In contrast, the few breakthroughs in SCD management occurred almost incidentally. In 1984, a patient with acute lymphoid leukemia and SCD underwent hematopoietic stem cell transplant, which also cured his SCD.40 The same year, hydroxyurea, once a chemotherapy agent, was found to increase fetal hemoglobin levels in SCD.41 However, hydroxyurea was not approved by the FDA until 1998 for the treatment of adults with severe SCD. A specific FDA indication for children was not obtained until 2017. The development of targeted therapies for CF within 25 years of discovering the genetic mechanism of the disease further accentuates the almost century-long drought in drug development for SCD.42 However, there were multiple advancements in SCD therapies in 2017. L-glutamine was the first disease-specific therapy developed for SCD to gain FDA approval.43 The same year, crizanlizumab, a humanized monoclonal antibody, demonstrated efficacy in reducing vasoocclusive crises, and the first case report of a patient undergoing successful lentiviral vector–mediated gene therapy for SCD was published.44,45

    Despite substantial advancements, CF and SCD therapies have notable shortcomings. Targeted therapies are effective for only a certain percentage of patients with CF and are not curative agents.46 Therapies have improved markers of disease activity, such as forced expiratory volume and reduced pulmonary exacerbations.14-16 Analogously, therapies for SCD have also improved fetal hemoglobin levels and reduced vasoocclusive crises.43,45,47,48 Although hematopoietic stem cell transplant is curative for SCD, the risk of treatment-related mortality, late adverse effects, and lack of eligible donors have limited uptake of this therapy.49-51 Going forward, CF and SCD may benefit from the renewed focus on the development of orphan drugs, precision medicine, and gene therapy52

    Access to Quality Comprehensive Care

    Novel disease-modifying therapies may be associated with improved survival for the population with CF, but the standard of the successful CF care model is comprehensive, multidisciplinary care obtained in specialized care centers. Multidisciplinary disease-specific comprehensive care centers have emerged to care for people with genetic diseases.53 The influence of the Cystic Fibrosis Foundation has involved research funding and the implementation of national quality-of-care standards the accredited comprehensive centers must uphold. There are more than 120 comprehensive care centers for CF in total, and 100 centers also provide adult care. In comparison, federal funding for 10 sickle cell centers ended in 2008; thus, there are no longer federally supported centers for comprehensive SCD care.53 Existing SCD comprehensive centers typically depend on institutional support because third-party reimbursement for clinical services is generally low; most individuals with SCD have Medicaid coverage, which is associated with decreased access to high-quality care and more emergency department use.54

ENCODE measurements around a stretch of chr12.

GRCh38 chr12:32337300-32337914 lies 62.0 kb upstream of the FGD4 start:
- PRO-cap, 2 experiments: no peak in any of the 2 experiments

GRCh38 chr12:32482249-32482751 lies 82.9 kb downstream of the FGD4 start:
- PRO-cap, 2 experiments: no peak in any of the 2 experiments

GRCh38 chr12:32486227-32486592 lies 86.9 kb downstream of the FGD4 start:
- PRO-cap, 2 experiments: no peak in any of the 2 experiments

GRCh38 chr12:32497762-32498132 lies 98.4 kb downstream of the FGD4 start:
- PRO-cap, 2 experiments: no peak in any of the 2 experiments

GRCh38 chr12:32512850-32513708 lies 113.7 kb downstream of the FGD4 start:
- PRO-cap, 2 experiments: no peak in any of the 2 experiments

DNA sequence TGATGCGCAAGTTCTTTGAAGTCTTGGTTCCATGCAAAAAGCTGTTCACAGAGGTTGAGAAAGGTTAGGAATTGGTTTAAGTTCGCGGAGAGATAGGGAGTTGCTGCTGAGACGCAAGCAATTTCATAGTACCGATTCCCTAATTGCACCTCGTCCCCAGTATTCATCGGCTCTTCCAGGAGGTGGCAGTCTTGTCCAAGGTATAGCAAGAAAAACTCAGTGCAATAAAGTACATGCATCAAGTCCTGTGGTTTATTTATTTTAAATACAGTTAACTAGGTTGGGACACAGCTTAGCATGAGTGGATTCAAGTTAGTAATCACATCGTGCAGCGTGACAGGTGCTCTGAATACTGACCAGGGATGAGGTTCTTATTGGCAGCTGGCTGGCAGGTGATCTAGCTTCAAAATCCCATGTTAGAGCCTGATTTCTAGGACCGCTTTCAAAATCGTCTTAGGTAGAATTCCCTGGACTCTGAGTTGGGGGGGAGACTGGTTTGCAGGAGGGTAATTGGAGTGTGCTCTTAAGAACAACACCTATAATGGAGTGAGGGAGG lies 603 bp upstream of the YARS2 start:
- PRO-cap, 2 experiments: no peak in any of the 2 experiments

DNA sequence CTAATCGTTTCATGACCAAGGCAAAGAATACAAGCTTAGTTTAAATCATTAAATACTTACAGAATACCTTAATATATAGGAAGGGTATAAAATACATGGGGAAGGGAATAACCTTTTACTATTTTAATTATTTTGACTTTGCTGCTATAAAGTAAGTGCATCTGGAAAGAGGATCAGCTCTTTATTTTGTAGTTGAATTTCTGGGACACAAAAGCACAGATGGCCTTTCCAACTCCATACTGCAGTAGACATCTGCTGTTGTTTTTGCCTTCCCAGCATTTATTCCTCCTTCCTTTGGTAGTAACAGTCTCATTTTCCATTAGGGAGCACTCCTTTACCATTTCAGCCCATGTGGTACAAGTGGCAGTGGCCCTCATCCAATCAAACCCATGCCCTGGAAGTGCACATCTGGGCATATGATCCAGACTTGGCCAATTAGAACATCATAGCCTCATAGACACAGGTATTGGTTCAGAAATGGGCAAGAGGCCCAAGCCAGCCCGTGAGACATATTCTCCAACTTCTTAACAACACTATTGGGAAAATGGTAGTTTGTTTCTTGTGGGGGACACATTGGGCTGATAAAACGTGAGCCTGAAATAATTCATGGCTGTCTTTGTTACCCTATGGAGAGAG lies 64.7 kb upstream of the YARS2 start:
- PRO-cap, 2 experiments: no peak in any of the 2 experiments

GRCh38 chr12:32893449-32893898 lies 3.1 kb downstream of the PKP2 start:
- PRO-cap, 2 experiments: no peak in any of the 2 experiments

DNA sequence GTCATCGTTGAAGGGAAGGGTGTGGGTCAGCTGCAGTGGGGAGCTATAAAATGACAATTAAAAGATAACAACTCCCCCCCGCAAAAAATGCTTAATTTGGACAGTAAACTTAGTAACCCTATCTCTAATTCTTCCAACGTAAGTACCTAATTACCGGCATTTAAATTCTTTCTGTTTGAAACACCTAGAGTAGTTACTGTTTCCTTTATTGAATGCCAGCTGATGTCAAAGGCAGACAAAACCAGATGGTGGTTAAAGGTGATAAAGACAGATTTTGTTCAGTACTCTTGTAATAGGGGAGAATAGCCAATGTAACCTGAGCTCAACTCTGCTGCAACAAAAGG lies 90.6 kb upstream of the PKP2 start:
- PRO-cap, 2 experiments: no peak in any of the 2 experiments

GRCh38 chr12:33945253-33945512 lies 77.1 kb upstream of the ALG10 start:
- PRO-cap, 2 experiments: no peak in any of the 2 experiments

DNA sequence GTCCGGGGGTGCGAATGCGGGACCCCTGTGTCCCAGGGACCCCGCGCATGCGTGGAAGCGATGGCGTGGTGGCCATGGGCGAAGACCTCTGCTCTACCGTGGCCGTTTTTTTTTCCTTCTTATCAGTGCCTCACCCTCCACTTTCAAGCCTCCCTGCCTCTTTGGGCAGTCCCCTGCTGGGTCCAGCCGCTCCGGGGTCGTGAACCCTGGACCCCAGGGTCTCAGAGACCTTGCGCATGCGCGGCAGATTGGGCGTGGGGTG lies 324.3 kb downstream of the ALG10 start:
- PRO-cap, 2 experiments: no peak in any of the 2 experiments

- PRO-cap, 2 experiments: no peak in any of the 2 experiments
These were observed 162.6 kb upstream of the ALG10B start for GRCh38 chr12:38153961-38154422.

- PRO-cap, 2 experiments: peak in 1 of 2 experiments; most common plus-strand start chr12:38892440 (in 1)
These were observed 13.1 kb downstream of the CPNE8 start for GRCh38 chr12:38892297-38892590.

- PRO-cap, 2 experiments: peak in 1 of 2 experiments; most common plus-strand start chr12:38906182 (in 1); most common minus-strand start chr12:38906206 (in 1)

National patient registries for CF are used to evaluate adherence to guidelines, benchmark CF centers, and provide data for quality improvement efforts.55 For SCD, evidence-based guidelines exist, but the adaptation of best practices has been variable.56 For example, a previous study57 suggested that only 25% of eligible adults with SCD are prescribed hydroxyurea despite the drug’s proven efficacy since the early 1990s. The substantial improvement in life expectancy in patients with SCD and CF may be associated with the earlier and optimal application of supportive care and disease-modifying therapies. Most patients with CF and SCD in the United States now reach adulthood.58,59 Although childhood mortality related to SCD has steadily improved, the number of deaths from SCD among adults has been increasing.60

    Despite the differences in funding, the overall life expectancy of patients with SCD has increased at a faster rate than that of patients with CF during the past 2 decades (Figure 2). This finding may reflect greater disease severity of CF or a less representative sample for SCD because most recent survival studies23,61 for SCD have been limited to adults followed up at a single center of excellence. For example, a previous analysis62 demonstrated that the increased life expectancy of patients with CF observed in Canada compared with the US may be associated with insurance status in the US and access to lung transplants. This finding underscores the need for the communities involved with CF and SCD to develop an infrastructure to ensure access to optimal care for affected individuals.

    Race/Ethnicity and Stigma

    The role of race/ethnicity in the context of health care disparities in the US is well documented.63 Consideration of SCD as a black disease in the US has permeated the experience for patients since the first description in the Western medical literature.64 Even initial screening efforts for SCD were partially motivated by racial/ethnic undertones.65 CF has been recognized as a predominantly white disease; however, health care disparities associated with race/ethnicity also affect Hispanic individuals with CF. There is increased mortality among Hispanic patients with CF and relative underrepresentation in clinical trials.66,67 The interaction of black individuals with the health care system is associated with distrust given past ethical violations in the name of medical progress.68 This distrust between patient and practitioner can lead to conflict that results in suboptimal medical care and worsens patient medication adherence.69